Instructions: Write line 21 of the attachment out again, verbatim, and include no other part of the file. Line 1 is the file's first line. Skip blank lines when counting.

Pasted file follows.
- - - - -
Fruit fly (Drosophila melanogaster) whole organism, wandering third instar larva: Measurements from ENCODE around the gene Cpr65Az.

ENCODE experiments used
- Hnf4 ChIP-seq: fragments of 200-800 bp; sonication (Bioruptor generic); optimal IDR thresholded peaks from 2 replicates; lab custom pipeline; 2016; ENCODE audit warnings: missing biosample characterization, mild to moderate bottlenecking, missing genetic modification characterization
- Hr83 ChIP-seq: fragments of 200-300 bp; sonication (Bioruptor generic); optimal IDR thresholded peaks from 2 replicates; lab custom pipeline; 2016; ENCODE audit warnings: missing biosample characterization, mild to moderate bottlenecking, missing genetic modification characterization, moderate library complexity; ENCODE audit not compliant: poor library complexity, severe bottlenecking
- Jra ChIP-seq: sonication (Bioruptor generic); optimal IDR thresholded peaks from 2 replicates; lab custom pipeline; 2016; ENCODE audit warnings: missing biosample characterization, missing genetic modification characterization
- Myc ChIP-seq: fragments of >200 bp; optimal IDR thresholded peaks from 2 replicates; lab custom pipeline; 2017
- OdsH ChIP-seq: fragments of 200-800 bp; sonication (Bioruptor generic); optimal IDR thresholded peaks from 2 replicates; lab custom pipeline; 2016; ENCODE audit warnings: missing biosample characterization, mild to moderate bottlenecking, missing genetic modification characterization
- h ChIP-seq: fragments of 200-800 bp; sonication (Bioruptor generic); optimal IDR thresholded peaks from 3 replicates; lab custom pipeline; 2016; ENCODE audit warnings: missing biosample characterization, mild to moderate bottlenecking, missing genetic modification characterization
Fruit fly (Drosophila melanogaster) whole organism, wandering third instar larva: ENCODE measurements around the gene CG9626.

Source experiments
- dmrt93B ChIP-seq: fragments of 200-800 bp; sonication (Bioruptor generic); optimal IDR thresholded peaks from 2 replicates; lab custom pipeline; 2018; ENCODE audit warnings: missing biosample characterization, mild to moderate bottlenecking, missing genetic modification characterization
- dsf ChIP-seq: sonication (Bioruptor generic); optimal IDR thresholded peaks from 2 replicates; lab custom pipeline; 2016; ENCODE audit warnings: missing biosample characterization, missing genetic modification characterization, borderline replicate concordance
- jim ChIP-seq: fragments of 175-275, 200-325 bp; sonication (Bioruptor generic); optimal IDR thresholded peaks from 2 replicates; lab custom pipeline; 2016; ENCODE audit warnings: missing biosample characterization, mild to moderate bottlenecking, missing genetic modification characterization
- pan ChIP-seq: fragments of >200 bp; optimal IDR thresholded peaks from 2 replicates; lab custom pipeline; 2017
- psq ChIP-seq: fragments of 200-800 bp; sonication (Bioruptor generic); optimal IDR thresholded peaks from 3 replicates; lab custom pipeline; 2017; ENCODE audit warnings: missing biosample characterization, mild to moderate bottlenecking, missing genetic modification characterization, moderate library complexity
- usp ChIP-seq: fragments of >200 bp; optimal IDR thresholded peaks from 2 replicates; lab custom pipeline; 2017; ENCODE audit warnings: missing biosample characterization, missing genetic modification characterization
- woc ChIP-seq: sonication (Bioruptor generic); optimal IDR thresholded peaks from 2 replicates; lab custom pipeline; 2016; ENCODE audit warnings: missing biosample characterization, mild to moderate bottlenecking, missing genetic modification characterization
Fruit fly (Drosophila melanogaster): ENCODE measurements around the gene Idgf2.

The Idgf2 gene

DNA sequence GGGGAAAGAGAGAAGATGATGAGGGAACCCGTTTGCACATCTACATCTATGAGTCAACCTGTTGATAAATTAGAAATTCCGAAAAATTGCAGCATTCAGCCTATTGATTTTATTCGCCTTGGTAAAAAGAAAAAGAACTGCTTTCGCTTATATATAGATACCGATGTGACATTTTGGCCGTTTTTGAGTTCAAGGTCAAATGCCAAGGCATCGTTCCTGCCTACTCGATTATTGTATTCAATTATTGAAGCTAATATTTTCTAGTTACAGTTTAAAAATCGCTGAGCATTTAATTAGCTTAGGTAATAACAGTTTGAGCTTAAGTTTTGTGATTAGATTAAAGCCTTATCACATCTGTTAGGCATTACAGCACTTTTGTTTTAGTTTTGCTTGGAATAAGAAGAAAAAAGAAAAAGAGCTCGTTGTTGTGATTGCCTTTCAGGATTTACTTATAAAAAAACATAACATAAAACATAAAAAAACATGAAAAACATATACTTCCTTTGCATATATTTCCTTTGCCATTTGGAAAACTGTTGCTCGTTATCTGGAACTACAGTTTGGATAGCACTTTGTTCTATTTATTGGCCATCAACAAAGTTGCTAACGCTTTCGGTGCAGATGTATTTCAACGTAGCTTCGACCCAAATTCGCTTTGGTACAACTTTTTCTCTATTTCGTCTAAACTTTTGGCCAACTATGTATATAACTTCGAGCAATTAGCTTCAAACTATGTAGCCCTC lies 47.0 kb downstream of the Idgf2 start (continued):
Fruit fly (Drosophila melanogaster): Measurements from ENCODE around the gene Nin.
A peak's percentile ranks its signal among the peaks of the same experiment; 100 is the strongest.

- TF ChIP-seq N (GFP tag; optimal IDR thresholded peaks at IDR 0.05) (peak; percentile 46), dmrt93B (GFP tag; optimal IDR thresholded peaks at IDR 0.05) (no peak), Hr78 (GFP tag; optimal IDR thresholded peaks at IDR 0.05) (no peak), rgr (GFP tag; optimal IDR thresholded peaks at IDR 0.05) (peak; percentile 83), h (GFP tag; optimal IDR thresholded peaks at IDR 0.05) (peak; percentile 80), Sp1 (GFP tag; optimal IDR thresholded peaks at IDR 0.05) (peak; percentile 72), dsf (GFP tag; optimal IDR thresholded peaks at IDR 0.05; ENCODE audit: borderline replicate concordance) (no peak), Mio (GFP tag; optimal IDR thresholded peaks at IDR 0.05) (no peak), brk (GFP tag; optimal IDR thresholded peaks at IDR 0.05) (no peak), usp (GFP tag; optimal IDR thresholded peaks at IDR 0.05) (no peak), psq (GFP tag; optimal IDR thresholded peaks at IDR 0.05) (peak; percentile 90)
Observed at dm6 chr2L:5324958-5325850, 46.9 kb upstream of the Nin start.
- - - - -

Fruit fly (Drosophila melanogaster): Measurements from ENCODE around the gene Nin.